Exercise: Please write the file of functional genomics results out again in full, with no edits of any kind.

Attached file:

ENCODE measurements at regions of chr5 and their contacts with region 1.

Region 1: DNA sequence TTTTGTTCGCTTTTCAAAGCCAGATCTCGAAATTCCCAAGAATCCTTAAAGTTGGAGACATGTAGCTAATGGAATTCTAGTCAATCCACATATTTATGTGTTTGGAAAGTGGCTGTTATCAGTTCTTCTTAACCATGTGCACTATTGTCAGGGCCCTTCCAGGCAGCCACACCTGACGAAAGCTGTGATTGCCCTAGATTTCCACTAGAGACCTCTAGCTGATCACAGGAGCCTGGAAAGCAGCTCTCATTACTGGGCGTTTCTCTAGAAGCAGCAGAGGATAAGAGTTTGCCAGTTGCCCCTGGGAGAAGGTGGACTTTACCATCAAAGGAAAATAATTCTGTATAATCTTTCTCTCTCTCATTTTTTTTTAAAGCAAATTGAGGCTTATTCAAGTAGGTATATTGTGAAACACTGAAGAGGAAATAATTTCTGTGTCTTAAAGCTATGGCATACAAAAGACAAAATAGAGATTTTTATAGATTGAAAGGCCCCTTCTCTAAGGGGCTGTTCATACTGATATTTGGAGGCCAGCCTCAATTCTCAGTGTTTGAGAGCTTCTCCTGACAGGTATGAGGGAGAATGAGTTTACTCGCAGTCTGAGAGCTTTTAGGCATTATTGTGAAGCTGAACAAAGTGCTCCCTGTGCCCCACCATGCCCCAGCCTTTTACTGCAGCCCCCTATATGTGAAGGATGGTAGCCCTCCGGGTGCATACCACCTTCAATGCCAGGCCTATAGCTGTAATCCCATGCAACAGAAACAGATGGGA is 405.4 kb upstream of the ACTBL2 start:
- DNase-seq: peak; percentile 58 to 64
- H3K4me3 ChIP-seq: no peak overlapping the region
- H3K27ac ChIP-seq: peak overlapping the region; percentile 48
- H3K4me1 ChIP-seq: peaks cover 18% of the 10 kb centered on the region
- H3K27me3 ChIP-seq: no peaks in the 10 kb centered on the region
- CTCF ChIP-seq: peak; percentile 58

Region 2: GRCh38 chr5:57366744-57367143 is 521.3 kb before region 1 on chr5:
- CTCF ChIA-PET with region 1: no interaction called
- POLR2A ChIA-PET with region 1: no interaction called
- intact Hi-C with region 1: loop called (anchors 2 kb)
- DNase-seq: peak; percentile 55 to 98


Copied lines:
ENCODE measurements at regions of chr5 and their contacts with region 1.

Region 1: DNA sequence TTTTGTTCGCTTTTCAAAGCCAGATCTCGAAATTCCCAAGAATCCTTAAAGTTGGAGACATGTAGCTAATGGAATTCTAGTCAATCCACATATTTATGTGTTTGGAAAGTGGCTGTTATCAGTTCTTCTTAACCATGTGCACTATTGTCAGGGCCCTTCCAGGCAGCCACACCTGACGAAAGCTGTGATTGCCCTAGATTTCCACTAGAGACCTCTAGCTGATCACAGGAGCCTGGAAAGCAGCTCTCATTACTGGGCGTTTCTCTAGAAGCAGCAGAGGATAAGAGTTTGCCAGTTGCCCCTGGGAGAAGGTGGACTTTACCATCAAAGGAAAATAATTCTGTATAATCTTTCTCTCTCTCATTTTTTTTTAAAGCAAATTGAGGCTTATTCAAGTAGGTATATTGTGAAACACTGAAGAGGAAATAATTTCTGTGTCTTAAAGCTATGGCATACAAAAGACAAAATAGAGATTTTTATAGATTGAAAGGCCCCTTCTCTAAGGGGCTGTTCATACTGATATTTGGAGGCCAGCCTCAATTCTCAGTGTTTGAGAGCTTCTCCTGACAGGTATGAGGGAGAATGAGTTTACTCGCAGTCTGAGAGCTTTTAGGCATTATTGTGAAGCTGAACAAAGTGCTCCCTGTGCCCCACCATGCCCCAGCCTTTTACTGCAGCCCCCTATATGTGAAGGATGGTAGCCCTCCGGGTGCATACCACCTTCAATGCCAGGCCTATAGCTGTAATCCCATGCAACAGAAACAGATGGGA is 405.4 kb upstream of the ACTBL2 start:
- DNase-seq: peak; percentile 58 to 64
- H3K4me3 ChIP-seq: no peak overlapping the region
- H3K27ac ChIP-seq: peak overlapping the region; percentile 48
- H3K4me1 ChIP-seq: peaks cover 18% of the 10 kb centered on the region
- H3K27me3 ChIP-seq: no peaks in the 10 kb centered on the region
- CTCF ChIP-seq: peak; percentile 58

Region 2: GRCh38 chr5:57366744-57367143 is 521.3 kb before region 1 on chr5:
- CTCF ChIA-PET with region 1: no interaction called
- POLR2A ChIA-PET with region 1: no interaction called
- intact Hi-C with region 1: loop called (anchors 2 kb)
- DNase-seq: peak; percentile 55 to 98